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Writing Center novel competition: Winners display great writing skills across majors
By Alyazya Alkhazraji
The American University of Sharjahâs Writing Center announced February 24 the winners of its Novel Writing Competition, in which participants were required to submit the first chapter of an original story.
Shiza Khalid won first place for her chapter âEscape,â followed by Azadan Bhagwager for âThe Ghost in the Helpline,â and in third place, Ayesha Siddiqi for âOf Shadows and Flame.â
Shiza is a 19-year-old computer engineering student who occasionally writes short stories when inspiration strikes. She said winning that this competition encouraged her to take writing more seriously and to overcome some of her fears: âI've always had my qualms about sharing my writing with people, but this win might help to dispel some of my anxiety.â
Her winning chapter follows a boy suffering from anxiety who uses an advanced version of escapism to seek refuge from his life.
Third place winner Siddiqi said the competition was a good opportunity to pursue something she is passionate about: âI definitely plan on writing more.â
Her chapter is a psychological thriller following a womanâs thoughts regarding the voices she hears.
Excerpts of the winning chapters will be published in the Writing Centerâs newsletter, Inkblot, and posted on its social media pages.
Writing Center Director Dr. Maria Eleftheriou said that the winners showcased strong writing skills and good character building, and created engaging chapters that âreally hooked us from the beginning.â She said that she and Writing Center tutee Dina Alnajdawi judged the submissions, taking everything into consideration, including creativity and description.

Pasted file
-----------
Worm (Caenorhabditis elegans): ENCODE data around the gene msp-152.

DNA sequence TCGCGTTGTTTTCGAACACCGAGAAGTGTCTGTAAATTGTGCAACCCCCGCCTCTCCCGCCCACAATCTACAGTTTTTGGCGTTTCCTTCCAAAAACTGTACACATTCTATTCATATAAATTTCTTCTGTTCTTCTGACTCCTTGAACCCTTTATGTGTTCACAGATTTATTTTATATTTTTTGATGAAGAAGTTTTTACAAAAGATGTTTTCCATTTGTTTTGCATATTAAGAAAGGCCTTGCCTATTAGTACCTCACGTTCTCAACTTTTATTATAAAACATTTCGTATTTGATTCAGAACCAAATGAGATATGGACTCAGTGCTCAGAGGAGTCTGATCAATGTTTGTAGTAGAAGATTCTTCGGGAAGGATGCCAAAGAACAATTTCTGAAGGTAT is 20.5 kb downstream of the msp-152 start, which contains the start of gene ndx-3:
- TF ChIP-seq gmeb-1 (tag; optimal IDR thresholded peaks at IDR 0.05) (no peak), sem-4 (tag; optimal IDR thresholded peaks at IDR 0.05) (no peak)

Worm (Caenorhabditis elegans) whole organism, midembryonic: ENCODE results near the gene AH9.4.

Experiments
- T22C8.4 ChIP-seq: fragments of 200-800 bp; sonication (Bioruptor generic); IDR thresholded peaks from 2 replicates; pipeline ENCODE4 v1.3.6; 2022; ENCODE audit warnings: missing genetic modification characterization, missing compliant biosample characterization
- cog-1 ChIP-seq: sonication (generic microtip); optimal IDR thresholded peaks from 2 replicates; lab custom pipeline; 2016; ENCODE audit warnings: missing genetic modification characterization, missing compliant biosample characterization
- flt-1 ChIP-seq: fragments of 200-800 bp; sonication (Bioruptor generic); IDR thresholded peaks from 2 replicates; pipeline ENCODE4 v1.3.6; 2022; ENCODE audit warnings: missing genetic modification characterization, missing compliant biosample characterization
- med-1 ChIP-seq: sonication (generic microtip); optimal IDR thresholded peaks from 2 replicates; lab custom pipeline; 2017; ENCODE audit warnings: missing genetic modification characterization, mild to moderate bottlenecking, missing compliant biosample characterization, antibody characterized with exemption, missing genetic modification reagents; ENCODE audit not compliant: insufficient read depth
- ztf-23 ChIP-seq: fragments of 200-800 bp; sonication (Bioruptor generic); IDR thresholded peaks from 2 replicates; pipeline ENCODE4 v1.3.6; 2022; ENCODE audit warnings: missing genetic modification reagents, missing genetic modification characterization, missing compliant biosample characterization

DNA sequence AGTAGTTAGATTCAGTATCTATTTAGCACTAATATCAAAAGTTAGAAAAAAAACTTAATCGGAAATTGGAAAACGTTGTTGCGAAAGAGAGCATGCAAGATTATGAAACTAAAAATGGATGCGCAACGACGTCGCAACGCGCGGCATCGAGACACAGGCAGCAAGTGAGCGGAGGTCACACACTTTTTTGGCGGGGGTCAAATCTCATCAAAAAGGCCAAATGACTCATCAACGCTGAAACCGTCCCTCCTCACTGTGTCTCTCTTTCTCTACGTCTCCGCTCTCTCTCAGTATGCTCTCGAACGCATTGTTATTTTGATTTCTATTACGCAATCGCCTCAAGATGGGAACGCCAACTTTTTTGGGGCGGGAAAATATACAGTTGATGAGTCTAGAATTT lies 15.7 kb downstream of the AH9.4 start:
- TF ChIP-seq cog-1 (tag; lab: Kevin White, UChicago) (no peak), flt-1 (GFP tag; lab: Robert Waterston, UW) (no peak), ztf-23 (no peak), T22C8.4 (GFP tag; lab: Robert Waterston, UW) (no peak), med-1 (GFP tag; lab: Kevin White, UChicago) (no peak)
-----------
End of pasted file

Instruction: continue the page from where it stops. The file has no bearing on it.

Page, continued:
Dr. Eleftheriou encouraged students to participate in future competitions because they are an enjoyable outlet for creativity that will also âhelp improve their writingâ and give them a sense of accomplishment.
She also noted that students from different majors participated in the competition: âOne of the winners was from the School of Business Administration, and another from computer engineering.â
According to Dr. Eleftheriou, the competition was launched in November 2018 when the Writing Center tutors wanted to do something special for National Novel Writing Month. They decided to start something that would encourage people to write their own novels, she added.
Dr. Eleftheriou said she hopes the Writing Center continues to hold the novel writing competition and similar ones in the future.
Words of encouragement
Dr. Eleftheriou said she encourages students to try to overcome their fears and participate in future competitions because âeven if they donât win, the fact that they wrote a chapter is really worthy and valuable in itself.â
âI have a friend who started writing a novel 15-years-ago, and it wasnât her job,â she said. âShe worked on it little by little and published it, but it didnât receive recognition.â
Then, her novel was shortlisted for the Giller Prize, a top literary award in Canada, and since then, she has been receiving various offers and deals, Dr. Eleftheriou added.
âA little tiny bit of writing can lead to something big, but it takes time,â Dr. Eleftheriou said.